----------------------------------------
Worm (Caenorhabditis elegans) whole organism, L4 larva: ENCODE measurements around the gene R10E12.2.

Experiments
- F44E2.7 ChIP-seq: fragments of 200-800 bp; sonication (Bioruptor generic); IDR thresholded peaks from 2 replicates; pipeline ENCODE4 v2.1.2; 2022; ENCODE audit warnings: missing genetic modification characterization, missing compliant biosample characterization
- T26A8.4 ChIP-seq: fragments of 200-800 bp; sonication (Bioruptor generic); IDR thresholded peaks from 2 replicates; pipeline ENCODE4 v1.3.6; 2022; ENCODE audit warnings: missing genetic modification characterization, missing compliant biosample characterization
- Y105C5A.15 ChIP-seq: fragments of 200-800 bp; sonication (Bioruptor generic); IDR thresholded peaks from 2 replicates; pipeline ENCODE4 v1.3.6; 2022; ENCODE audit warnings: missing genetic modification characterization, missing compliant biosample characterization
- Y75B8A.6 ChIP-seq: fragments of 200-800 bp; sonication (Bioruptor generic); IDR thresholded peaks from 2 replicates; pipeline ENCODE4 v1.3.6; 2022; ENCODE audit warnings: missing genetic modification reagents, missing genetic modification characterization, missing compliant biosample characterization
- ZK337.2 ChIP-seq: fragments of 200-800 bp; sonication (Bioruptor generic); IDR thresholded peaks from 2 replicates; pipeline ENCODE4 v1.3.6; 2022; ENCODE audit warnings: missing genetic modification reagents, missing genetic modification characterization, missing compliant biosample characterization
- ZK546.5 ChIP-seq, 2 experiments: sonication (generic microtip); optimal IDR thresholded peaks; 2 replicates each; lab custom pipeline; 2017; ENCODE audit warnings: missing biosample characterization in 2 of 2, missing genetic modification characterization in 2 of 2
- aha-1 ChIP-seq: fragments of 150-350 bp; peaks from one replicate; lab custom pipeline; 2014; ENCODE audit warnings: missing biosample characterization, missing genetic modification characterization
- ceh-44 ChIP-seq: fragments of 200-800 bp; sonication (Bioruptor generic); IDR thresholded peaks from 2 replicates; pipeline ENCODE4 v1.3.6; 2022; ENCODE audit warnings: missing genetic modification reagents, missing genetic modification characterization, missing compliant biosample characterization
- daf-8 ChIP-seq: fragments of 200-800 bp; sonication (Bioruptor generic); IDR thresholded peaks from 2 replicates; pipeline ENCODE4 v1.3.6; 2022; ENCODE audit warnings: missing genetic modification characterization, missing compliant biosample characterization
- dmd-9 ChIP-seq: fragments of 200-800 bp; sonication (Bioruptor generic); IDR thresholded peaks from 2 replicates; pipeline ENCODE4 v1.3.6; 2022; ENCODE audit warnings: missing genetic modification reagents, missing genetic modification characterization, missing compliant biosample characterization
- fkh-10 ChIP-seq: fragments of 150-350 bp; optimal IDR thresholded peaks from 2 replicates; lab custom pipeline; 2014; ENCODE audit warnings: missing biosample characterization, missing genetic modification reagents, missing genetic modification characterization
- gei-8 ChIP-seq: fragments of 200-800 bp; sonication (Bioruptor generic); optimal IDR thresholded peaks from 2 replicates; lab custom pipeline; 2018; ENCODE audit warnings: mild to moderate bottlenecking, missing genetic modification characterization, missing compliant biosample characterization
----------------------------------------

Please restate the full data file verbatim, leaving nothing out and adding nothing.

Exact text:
Worm (Caenorhabditis elegans) whole organism, L4 larva: ENCODE measurements around the gene R10E12.2.

Experiments
- F44E2.7 ChIP-seq: fragments of 200-800 bp; sonication (Bioruptor generic); IDR thresholded peaks from 2 replicates; pipeline ENCODE4 v2.1.2; 2022; ENCODE audit warnings: missing genetic modification characterization, missing compliant biosample characterization
- T26A8.4 ChIP-seq: fragments of 200-800 bp; sonication (Bioruptor generic); IDR thresholded peaks from 2 replicates; pipeline ENCODE4 v1.3.6; 2022; ENCODE audit warnings: missing genetic modification characterization, missing compliant biosample characterization
- Y105C5A.15 ChIP-seq: fragments of 200-800 bp; sonication (Bioruptor generic); IDR thresholded peaks from 2 replicates; pipeline ENCODE4 v1.3.6; 2022; ENCODE audit warnings: missing genetic modification characterization, missing compliant biosample characterization
- Y75B8A.6 ChIP-seq: fragments of 200-800 bp; sonication (Bioruptor generic); IDR thresholded peaks from 2 replicates; pipeline ENCODE4 v1.3.6; 2022; ENCODE audit warnings: missing genetic modification reagents, missing genetic modification characterization, missing compliant biosample characterization
- ZK337.2 ChIP-seq: fragments of 200-800 bp; sonication (Bioruptor generic); IDR thresholded peaks from 2 replicates; pipeline ENCODE4 v1.3.6; 2022; ENCODE audit warnings: missing genetic modification reagents, missing genetic modification characterization, missing compliant biosample characterization
- ZK546.5 ChIP-seq, 2 experiments: sonication (generic microtip); optimal IDR thresholded peaks; 2 replicates each; lab custom pipeline; 2017; ENCODE audit warnings: missing biosample characterization in 2 of 2, missing genetic modification characterization in 2 of 2
- aha-1 ChIP-seq: fragments of 150-350 bp; peaks from one replicate; lab custom pipeline; 2014; ENCODE audit warnings: missing biosample characterization, missing genetic modification characterization
- ceh-44 ChIP-seq: fragments of 200-800 bp; sonication (Bioruptor generic); IDR thresholded peaks from 2 replicates; pipeline ENCODE4 v1.3.6; 2022; ENCODE audit warnings: missing genetic modification reagents, missing genetic modification characterization, missing compliant biosample characterization
- daf-8 ChIP-seq: fragments of 200-800 bp; sonication (Bioruptor generic); IDR thresholded peaks from 2 replicates; pipeline ENCODE4 v1.3.6; 2022; ENCODE audit warnings: missing genetic modification characterization, missing compliant biosample characterization
- dmd-9 ChIP-seq: fragments of 200-800 bp; sonication (Bioruptor generic); IDR thresholded peaks from 2 replicates; pipeline ENCODE4 v1.3.6; 2022; ENCODE audit warnings: missing genetic modification reagents, missing genetic modification characterization, missing compliant biosample characterization
- fkh-10 ChIP-seq: fragments of 150-350 bp; optimal IDR thresholded peaks from 2 replicates; lab custom pipeline; 2014; ENCODE audit warnings: missing biosample characterization, missing genetic modification reagents, missing genetic modification characterization
- gei-8 ChIP-seq: fragments of 200-800 bp; sonication (Bioruptor generic); optimal IDR thresholded peaks from 2 replicates; lab custom pipeline; 2018; ENCODE audit warnings: mild to moderate bottlenecking, missing genetic modification characterization, missing compliant biosample characterization